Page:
Letters offer hope, inspiration to Sisters and inmates

by Renae Bauer
published Winter 2012

While Lent is a formal time within the Church year to focus on turning our lives over to Christ, conversion experiences are being shared throughout the year between Sisters, Associates, ex-offenders, and death row inmates.

Through ministries such as visiting and writing letters to inmates, leading Bible studies and mentoring ex-offenders, the Sisters and Associates are working to bring the Gospel message of love, forgiveness and conversion to a segment of the population that is often forgotten or ostracized.

"Everybody deserves a second chance," says Sister Barbara Schmidt who has been corresponding since 2009 with a death row inmate in Arizona.

Setting aside the need to determine guilt or innocence, Sister Barbara has offered friendship to someone who, other than an occasional Bible study group, has lived in solitude since 1987.

"I occasionally send photos of our convent grounds, and he has commented that looking at the photos offers him a respite from the confines of his cell," she adds. "We also write to each other about the Packers and music and spirituality. More than that, we share a relationship. It's just so evident that he craves a personal relationship and is grateful someone writes to him."

Sisters Carlotta Ullmer and Mary Jean Gauthier have observed that same hunger in the inmates to whom they write.

"Tony has no contact with his family and it seems he doesn't feel loved, so I always sign my letters, 'with love,'" says Sister Carlotta. "I want him to know that God loves him."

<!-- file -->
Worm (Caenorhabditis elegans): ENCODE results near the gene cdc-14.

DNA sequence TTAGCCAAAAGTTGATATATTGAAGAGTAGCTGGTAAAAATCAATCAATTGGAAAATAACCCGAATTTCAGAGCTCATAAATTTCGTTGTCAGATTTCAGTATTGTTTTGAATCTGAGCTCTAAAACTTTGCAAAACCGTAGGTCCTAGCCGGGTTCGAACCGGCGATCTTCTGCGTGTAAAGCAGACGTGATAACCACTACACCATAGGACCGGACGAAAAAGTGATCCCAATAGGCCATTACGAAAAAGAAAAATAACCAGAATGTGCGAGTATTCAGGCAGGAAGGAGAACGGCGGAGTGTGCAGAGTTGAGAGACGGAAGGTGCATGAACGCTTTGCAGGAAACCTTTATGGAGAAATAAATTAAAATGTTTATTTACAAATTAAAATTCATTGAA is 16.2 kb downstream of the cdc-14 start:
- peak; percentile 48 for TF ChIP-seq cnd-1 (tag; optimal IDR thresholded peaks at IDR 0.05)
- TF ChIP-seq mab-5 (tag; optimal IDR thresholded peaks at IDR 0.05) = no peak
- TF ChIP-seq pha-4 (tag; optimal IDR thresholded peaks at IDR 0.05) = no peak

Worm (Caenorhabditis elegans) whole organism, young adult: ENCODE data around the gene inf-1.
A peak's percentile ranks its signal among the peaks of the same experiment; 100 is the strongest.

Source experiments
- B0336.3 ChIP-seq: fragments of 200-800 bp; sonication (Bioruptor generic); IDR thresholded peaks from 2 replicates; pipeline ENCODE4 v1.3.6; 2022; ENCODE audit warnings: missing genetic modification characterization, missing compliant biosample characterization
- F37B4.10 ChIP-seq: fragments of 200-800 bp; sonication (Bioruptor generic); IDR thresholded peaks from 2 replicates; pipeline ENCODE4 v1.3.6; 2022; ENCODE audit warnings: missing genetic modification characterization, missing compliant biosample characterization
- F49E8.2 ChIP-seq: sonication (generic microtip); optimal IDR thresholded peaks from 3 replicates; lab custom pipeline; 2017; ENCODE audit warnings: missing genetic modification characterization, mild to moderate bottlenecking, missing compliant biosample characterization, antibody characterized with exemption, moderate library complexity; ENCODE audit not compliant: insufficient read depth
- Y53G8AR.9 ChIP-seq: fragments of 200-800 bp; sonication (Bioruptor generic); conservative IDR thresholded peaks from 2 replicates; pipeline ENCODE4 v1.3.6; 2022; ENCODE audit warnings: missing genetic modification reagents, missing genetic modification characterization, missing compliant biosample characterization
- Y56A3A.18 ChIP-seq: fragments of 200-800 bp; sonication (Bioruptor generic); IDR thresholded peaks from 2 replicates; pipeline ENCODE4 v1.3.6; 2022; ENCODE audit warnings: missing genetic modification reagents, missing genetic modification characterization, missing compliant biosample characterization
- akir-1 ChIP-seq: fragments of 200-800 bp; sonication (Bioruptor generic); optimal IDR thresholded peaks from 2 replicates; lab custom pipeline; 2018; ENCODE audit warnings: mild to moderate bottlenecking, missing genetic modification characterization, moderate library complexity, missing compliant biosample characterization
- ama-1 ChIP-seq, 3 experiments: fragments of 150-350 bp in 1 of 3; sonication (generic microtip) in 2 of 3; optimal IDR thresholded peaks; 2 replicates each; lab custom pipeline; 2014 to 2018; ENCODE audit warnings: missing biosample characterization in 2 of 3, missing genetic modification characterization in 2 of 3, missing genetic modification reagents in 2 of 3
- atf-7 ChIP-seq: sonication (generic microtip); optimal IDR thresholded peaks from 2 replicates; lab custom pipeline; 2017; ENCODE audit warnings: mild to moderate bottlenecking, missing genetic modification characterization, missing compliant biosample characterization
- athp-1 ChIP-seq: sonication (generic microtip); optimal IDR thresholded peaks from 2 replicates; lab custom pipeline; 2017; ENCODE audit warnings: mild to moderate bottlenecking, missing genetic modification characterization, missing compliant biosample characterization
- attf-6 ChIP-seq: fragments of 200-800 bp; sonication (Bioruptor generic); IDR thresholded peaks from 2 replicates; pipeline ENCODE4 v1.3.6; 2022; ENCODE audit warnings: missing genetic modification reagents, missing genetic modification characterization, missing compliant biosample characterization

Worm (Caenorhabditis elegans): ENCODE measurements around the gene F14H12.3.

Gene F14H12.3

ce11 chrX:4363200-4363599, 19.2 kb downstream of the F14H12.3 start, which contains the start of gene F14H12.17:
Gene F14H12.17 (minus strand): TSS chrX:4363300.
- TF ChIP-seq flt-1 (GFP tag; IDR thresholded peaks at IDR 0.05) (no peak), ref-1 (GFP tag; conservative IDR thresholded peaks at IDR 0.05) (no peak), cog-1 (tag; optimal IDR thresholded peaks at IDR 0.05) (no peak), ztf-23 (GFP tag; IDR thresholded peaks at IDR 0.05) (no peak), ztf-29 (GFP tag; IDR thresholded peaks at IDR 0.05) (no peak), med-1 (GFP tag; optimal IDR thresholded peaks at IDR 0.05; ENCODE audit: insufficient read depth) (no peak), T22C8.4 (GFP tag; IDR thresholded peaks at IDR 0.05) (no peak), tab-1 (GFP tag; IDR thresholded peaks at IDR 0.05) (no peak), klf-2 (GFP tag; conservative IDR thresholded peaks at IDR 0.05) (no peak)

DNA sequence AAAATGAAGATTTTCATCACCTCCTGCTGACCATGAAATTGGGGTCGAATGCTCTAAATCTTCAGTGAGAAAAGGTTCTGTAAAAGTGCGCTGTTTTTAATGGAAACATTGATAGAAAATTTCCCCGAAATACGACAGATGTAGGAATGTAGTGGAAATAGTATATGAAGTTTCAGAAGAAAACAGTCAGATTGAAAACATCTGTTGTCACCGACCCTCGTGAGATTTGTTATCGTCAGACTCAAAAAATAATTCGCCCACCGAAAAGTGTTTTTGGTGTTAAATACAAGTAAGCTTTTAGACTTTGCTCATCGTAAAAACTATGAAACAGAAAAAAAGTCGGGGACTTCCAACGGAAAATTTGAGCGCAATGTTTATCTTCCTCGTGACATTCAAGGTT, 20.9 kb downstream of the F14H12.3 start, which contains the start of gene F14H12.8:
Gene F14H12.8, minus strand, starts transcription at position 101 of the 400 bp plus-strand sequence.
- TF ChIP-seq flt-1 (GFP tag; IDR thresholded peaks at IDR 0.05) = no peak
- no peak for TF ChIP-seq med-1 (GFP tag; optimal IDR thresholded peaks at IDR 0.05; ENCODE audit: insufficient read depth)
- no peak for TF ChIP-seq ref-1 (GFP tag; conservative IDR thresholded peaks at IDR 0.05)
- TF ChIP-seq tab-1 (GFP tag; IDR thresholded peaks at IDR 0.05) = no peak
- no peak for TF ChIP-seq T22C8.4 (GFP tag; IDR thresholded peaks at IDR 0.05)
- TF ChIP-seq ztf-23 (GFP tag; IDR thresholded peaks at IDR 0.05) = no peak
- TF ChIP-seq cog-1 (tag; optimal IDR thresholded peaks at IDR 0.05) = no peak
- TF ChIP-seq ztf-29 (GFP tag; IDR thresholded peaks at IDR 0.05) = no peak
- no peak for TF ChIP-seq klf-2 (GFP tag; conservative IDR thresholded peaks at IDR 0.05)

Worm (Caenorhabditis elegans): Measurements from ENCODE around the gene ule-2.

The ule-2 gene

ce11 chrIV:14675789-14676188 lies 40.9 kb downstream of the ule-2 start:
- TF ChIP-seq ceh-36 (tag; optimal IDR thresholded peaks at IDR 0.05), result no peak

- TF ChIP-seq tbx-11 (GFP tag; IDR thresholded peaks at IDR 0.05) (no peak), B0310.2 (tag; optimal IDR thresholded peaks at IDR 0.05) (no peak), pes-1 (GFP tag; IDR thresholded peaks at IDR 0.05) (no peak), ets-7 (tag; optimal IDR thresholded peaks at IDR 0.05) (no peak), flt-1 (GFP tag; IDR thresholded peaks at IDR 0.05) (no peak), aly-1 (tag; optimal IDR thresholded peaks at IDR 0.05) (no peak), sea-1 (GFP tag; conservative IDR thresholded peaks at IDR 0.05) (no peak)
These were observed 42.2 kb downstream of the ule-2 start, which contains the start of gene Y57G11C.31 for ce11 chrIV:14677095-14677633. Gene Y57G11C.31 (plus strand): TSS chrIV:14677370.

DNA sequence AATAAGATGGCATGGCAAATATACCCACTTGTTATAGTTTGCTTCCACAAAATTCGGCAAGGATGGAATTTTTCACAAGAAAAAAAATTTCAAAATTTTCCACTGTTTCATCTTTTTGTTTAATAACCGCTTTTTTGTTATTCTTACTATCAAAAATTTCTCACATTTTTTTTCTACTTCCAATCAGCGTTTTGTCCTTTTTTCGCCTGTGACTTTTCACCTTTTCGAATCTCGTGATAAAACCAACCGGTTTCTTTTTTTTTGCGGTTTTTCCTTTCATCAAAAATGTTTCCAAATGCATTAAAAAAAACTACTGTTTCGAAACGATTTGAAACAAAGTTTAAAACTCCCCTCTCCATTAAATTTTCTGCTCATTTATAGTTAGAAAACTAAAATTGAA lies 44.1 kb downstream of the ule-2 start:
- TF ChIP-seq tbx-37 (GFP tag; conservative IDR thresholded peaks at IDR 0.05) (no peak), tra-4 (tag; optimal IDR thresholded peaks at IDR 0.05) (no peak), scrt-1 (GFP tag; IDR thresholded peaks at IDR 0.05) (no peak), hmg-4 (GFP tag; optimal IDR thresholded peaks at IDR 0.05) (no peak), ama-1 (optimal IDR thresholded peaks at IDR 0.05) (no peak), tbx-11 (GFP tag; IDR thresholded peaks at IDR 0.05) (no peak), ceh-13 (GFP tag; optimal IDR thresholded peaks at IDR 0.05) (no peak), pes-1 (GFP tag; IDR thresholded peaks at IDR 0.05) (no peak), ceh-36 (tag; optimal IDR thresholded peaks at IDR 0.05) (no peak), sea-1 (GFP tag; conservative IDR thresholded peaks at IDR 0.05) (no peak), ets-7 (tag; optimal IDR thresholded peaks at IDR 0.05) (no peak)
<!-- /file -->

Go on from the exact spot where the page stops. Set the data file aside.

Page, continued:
Sister Mary Jean says of her pen pal of nine years: "About three years ago he asked, 'Would you be my grandma?  I never had one.' So, I usually sign my letters with 'Love, Grams.' "

Unclasping a large manila envelope, she pulls out a stack of her pen pal's letters, many of which open with the salutation, "Dear Grams."  When asked if she keeps all his letters, Sister Mary Jean says, "I can't throw the letters away. They're so spiritual and positive. Writing to him is a privilege.  I have received so much more than I could possibly give him."

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From left: Sisters Mary Jean Gauthier, Carlotta Ullmer and Barbara Schmidt have been writing to men in prison and say their pen pals hunger for friendship. These Sisters are a few of the many who minister to inmates, ex-offenders and their families. See related story: Ministries offer care to families and hope for perpetrators.